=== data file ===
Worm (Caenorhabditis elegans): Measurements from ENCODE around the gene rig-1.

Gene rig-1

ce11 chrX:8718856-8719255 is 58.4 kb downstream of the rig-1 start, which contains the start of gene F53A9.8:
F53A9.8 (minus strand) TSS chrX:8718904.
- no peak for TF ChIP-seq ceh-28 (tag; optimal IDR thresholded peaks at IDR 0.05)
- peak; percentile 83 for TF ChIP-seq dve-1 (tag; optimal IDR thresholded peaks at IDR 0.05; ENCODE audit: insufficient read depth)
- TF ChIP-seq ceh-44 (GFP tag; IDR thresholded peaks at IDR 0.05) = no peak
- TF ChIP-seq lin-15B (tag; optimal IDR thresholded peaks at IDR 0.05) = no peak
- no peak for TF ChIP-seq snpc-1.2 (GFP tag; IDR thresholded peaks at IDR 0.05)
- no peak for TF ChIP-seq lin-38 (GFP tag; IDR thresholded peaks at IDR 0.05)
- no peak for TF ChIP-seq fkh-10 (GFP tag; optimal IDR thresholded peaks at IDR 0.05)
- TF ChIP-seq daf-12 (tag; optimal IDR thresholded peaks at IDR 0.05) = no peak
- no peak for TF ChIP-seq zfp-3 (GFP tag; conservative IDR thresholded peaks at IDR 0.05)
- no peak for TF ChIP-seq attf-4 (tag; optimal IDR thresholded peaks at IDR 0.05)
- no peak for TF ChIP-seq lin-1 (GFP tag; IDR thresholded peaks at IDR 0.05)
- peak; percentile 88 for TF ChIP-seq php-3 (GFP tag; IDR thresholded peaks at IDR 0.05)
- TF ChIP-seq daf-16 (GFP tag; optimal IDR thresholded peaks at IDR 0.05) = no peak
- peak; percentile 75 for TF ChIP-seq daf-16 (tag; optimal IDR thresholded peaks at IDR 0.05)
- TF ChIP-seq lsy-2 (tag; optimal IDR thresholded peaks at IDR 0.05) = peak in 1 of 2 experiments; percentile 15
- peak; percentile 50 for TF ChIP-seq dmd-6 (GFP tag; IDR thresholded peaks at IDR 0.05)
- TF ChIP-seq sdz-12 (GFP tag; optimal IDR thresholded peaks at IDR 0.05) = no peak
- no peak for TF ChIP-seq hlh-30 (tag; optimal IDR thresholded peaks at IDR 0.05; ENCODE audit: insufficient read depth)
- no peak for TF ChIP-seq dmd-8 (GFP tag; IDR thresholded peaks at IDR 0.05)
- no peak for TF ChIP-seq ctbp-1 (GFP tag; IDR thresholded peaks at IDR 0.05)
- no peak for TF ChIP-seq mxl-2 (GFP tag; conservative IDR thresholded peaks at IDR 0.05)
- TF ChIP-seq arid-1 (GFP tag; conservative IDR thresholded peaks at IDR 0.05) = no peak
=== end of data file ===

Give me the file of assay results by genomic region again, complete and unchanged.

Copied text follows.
Worm (Caenorhabditis elegans): Measurements from ENCODE around the gene rig-1.

Gene rig-1

ce11 chrX:8718856-8719255 is 58.4 kb downstream of the rig-1 start, which contains the start of gene F53A9.8:
F53A9.8 (minus strand) TSS chrX:8718904.
- no peak for TF ChIP-seq ceh-28 (tag; optimal IDR thresholded peaks at IDR 0.05)
- peak; percentile 83 for TF ChIP-seq dve-1 (tag; optimal IDR thresholded peaks at IDR 0.05; ENCODE audit: insufficient read depth)
- TF ChIP-seq ceh-44 (GFP tag; IDR thresholded peaks at IDR 0.05) = no peak
- TF ChIP-seq lin-15B (tag; optimal IDR thresholded peaks at IDR 0.05) = no peak
- no peak for TF ChIP-seq snpc-1.2 (GFP tag; IDR thresholded peaks at IDR 0.05)
- no peak for TF ChIP-seq lin-38 (GFP tag; IDR thresholded peaks at IDR 0.05)
- no peak for TF ChIP-seq fkh-10 (GFP tag; optimal IDR thresholded peaks at IDR 0.05)
- TF ChIP-seq daf-12 (tag; optimal IDR thresholded peaks at IDR 0.05) = no peak
- no peak for TF ChIP-seq zfp-3 (GFP tag; conservative IDR thresholded peaks at IDR 0.05)
- no peak for TF ChIP-seq attf-4 (tag; optimal IDR thresholded peaks at IDR 0.05)
- no peak for TF ChIP-seq lin-1 (GFP tag; IDR thresholded peaks at IDR 0.05)
- peak; percentile 88 for TF ChIP-seq php-3 (GFP tag; IDR thresholded peaks at IDR 0.05)
- TF ChIP-seq daf-16 (GFP tag; optimal IDR thresholded peaks at IDR 0.05) = no peak
- peak; percentile 75 for TF ChIP-seq daf-16 (tag; optimal IDR thresholded peaks at IDR 0.05)
- TF ChIP-seq lsy-2 (tag; optimal IDR thresholded peaks at IDR 0.05) = peak in 1 of 2 experiments; percentile 15
- peak; percentile 50 for TF ChIP-seq dmd-6 (GFP tag; IDR thresholded peaks at IDR 0.05)
- TF ChIP-seq sdz-12 (GFP tag; optimal IDR thresholded peaks at IDR 0.05) = no peak
- no peak for TF ChIP-seq hlh-30 (tag; optimal IDR thresholded peaks at IDR 0.05; ENCODE audit: insufficient read depth)
- no peak for TF ChIP-seq dmd-8 (GFP tag; IDR thresholded peaks at IDR 0.05)
- no peak for TF ChIP-seq ctbp-1 (GFP tag; IDR thresholded peaks at IDR 0.05)
- no peak for TF ChIP-seq mxl-2 (GFP tag; conservative IDR thresholded peaks at IDR 0.05)
- TF ChIP-seq arid-1 (GFP tag; conservative IDR thresholded peaks at IDR 0.05) = no peak